And while Ayers says the 60s are over, he  goes on to prove that for him, they are not. Bringing up Vietnam, he writes as if he is back in that decade, condemning the war as “an illegal invasion and occupation…conducted as a war of terror against the civilian population.”  Millions were killed in air raids, he writes, “like the one conducted by McCain.” The evildoer was not the Vietnamese Communists who were seeking to create a Communist tyranny and destroy any independent civil society in South Vietnam- including the Buddhists and the organized trade union movement-but the Americans who were helping to keep the South out of Ho Chi Minh’s hands. As Ayers puts it, McCain and the other airmen were engaging in “an immoral enterprise.”  Which, of course, justifies his own “enterprise” at the time with the Weather Underground as a moral response to American terror.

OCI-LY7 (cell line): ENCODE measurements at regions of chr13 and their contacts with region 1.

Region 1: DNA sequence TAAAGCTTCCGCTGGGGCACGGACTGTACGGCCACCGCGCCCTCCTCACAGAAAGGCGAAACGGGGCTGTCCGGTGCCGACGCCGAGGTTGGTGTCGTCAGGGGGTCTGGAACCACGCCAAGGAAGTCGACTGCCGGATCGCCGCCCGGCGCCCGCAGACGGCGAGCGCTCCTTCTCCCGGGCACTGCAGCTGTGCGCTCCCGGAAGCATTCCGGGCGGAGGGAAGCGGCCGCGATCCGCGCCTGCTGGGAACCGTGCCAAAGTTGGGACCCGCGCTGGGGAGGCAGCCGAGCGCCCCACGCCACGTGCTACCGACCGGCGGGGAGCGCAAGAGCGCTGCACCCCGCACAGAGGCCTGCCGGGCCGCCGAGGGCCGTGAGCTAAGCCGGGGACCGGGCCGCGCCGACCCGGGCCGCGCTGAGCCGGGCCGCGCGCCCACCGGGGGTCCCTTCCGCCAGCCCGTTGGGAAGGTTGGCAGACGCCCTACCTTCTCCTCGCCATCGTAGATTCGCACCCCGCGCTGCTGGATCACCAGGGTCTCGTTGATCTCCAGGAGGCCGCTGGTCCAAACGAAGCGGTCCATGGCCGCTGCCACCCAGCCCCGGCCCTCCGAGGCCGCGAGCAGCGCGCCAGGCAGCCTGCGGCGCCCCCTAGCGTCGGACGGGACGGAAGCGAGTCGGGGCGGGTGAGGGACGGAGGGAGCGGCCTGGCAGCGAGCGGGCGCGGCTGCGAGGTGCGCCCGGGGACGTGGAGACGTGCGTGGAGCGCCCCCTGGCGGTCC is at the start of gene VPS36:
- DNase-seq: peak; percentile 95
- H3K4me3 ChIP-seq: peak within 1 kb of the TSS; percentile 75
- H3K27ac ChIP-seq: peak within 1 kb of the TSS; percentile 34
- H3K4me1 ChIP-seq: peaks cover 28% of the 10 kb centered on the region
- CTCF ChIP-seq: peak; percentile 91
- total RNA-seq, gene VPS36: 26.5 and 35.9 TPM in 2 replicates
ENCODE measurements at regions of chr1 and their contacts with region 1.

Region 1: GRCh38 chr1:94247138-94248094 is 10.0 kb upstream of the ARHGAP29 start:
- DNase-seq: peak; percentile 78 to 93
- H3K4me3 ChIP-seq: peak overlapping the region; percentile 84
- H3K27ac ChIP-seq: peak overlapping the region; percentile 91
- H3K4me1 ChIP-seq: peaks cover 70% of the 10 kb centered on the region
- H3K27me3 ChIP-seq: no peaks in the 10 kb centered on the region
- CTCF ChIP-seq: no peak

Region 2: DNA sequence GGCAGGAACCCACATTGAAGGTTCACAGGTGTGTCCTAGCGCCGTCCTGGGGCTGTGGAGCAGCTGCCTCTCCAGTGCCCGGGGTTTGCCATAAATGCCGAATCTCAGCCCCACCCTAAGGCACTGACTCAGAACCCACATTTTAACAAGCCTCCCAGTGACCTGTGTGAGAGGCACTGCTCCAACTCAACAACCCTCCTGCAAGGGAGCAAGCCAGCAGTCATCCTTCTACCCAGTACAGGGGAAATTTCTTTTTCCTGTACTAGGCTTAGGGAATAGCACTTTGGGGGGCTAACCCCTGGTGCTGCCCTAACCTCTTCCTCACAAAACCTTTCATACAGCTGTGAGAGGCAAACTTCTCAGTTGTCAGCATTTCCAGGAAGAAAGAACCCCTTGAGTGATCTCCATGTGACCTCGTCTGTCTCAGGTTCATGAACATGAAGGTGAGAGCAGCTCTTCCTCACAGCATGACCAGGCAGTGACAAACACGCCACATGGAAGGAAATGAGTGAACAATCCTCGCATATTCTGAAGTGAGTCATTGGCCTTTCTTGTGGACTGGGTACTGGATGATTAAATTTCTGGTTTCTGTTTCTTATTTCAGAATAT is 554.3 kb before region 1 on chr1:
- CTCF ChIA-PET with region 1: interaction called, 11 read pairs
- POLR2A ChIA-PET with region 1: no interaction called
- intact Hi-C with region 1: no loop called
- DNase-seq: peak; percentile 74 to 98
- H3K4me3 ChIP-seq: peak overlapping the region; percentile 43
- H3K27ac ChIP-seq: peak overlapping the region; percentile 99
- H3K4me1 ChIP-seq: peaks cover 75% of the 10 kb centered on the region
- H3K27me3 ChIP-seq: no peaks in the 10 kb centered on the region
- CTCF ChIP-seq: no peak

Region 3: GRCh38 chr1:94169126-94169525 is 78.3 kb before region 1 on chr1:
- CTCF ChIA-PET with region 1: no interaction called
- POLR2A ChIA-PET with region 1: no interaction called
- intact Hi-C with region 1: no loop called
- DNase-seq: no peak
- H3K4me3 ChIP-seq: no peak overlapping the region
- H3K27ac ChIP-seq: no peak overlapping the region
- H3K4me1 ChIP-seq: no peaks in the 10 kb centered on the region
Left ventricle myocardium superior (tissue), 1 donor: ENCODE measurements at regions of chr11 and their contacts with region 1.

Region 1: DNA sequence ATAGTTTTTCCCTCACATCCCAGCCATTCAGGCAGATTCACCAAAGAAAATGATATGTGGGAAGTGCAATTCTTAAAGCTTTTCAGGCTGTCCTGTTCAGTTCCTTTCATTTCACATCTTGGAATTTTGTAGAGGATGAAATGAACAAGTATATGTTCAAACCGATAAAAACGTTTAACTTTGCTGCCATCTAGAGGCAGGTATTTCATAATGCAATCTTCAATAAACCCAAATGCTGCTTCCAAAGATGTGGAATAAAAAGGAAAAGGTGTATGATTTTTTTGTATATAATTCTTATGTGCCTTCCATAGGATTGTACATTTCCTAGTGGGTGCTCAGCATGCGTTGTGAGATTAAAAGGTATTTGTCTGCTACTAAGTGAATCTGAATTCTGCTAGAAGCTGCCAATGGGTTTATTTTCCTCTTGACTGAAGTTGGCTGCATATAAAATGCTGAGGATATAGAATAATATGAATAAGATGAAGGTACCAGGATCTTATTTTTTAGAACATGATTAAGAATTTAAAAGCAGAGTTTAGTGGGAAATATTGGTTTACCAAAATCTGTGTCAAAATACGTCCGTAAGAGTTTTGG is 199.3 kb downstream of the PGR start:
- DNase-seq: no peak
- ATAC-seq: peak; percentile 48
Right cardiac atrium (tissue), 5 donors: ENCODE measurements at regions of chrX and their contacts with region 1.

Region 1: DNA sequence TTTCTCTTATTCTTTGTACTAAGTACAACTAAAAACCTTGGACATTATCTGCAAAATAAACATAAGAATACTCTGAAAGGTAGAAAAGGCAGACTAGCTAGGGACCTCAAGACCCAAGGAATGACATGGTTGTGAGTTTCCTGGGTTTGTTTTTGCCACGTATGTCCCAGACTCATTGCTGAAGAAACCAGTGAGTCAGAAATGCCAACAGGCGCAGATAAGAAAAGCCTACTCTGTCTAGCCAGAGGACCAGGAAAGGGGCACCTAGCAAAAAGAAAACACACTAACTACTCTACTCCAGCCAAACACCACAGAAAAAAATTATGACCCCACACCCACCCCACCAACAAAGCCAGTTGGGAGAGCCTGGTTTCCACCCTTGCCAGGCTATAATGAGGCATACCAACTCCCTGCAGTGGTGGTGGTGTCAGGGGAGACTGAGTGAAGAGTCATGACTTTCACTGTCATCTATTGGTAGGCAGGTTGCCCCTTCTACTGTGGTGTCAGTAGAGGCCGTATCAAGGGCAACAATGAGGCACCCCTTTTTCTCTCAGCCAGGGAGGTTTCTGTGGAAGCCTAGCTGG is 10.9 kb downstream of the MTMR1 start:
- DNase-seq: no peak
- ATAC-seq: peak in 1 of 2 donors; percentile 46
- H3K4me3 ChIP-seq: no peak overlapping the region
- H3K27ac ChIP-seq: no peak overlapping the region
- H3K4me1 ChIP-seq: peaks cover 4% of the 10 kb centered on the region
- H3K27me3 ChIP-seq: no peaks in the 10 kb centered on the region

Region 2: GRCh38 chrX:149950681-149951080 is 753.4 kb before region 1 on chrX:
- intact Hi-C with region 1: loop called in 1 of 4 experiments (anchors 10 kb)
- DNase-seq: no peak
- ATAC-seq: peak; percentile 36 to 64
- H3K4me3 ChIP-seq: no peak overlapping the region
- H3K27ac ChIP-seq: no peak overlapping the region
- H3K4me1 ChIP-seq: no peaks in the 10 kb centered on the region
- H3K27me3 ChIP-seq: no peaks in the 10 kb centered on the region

So for Ayers the 60s are not over; they are a guide to acting in the present. It  was, he says, “a time of rejecting obedience and conformity in favor of initiative and courage.” I guess that was what he and Bernardine Dohrn were doing in those days, showing their bravery and heroism by seeking to create a revolutionary situation in Amerikka – as they spelled our nation-in order to “bring the mother…… down.”

And finally, one can only laugh at Ayers’ paean to democracy, where we should know “the importance of talking to as many people as possible in this complicated and wildly diverse society, of listening with the possibility of learning something new, and of speaking with the possibility of persuading or influencing others.”  We live in a “robust and sophisticated democracy,” where “political leaders-and all of us-ought to seek ways to talk with many people who hold dissenting, or even radical, ideas.”  This from a man who supports Hugo Chavez’s pathetic attempt to create a Fidelista style tyranny in Venezuela, and who loves Fidel Castro and his prison camp.